The lack of a sprint and dodge function was a bit vexing at first, and the lack of combat reactions really betrayed this game, but overall it's an enjoyable experience if you can just let go of the AAA-style modern REs. It won't be for everyone though, so I would suggest downloading the demo before you purchase. Also, it is worth noting that this is a port of a portable console game, with a little re-working on visuals. Even then, the visuals are not exactly superb. There are some beautiful little details here and there, but the lower-poly enemy models are very noticeable.
I like that they are trying to give their fans a more nostalgic flavour, but I don't think they needed to discard the positives they learned from their newer games. Some of the enemy designs are excellent, while others are quite lacking. Gotta give those concept dudes some real credit for what they replaced the standard zombies with!
Unless you only enjoyed the modern ones, if you are a Resident Evil fan, consider my rating at a +1.
If you aren't a fan of the series, I would subtract one or maybe even two.
I can see this being a real marmite game, you'd either love it or hate it.… Expand
Average User Score: 6.6Sep 5, 2013This review contains spoilers, click expand to view. I loved the idea behind this game, and jumped at the chance to purchase it as part of an indie games pack. What I found was sorely disappointing. First up, it advertises itself as a procedural haunting game, where things are different in each play-through. This would be an absolute lie if not for the fact that the random haunting events are triggered rapidly on a Random Number Generator style basis, with no regard for narrative or effect. In my ten playthroughs, the story has been exactly the same, only with the various 'spooky things' happening randomly like at the result of a rolled dice.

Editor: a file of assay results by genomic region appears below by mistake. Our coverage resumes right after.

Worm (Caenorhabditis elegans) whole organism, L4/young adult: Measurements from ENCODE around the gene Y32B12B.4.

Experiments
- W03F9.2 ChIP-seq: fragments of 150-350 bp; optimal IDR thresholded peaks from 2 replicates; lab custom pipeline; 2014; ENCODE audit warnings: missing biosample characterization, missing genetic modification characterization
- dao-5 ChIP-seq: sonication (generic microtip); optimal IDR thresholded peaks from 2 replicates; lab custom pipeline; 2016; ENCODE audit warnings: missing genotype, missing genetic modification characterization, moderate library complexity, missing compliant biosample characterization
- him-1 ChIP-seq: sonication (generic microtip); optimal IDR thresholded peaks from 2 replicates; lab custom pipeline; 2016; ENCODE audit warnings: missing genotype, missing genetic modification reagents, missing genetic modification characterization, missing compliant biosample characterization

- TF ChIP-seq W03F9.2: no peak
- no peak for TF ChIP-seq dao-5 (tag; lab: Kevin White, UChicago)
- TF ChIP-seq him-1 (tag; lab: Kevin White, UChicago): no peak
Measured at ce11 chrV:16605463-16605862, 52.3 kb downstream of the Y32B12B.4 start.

The 'mystery' of the haunting was entirely static, and not much of a mystery given that there are sheets of paper out completely in the open throughout the house, each one giving details on the history of the abused family in the house's past. How is this even a mystery? Did the main character research all this stuff, leave print-outs everywhere, then become an overnight amnesiac? Even some of the haunting events are completely static. For instance, one of the very few rooms in the house is the garage area, and yet every time I walked in there, the car turned itself on and blinked its headlights. Every. Time. Without fail.
The scares themselves are the lowest forms of screamers and found footage reality TV haunted house stuff combined. Random stompy noises without origin. Slammy noises everywhere. Oh no, so startling and pointless! Anybody can cause a startle-scare, anybody can make a 'screamer' type startle, and anybody can tie together wall-to-wall haunted house tropes. It's hard to feel threatened when from day 1 your couch is floating on the spot, and the randomly strewn around boxes are shuffling along. It's like the game is practically begging you to be scared, but it comes across as hamfisted as the lowest of budget 'horror' flicks. Many of the bigger haunting events can easily overlap, completely reducing their effectiveness, and leaving the player confused. An example of one of the least effective scares is that a random, small mannequin attached to a crucifix slides into the players view, like a bad motion-tween from a flash animation overlay attached to the camera... and then slides away again. The game made no attempt to explain why there was a mannequin sliding in front of my eye. The character didn't even react or remark on the matter. It was just... there.
And then the bugs. Oh the bugs. Invisible collision volumes. Randomly unable to move, waiting for your camera batteries to run out (which results in instant death, yep). The interaction button having a strange reach/field causing you to reach past nearby objects you are looking at, only to interact with something else, some of which freezing you to the spot on a timer while you stare closely at something. Another glaring bug being a looping, grating sound that once started persists until the end of the playthrough. Depending on your GPU, the shadows will also flicker and pop around crazily.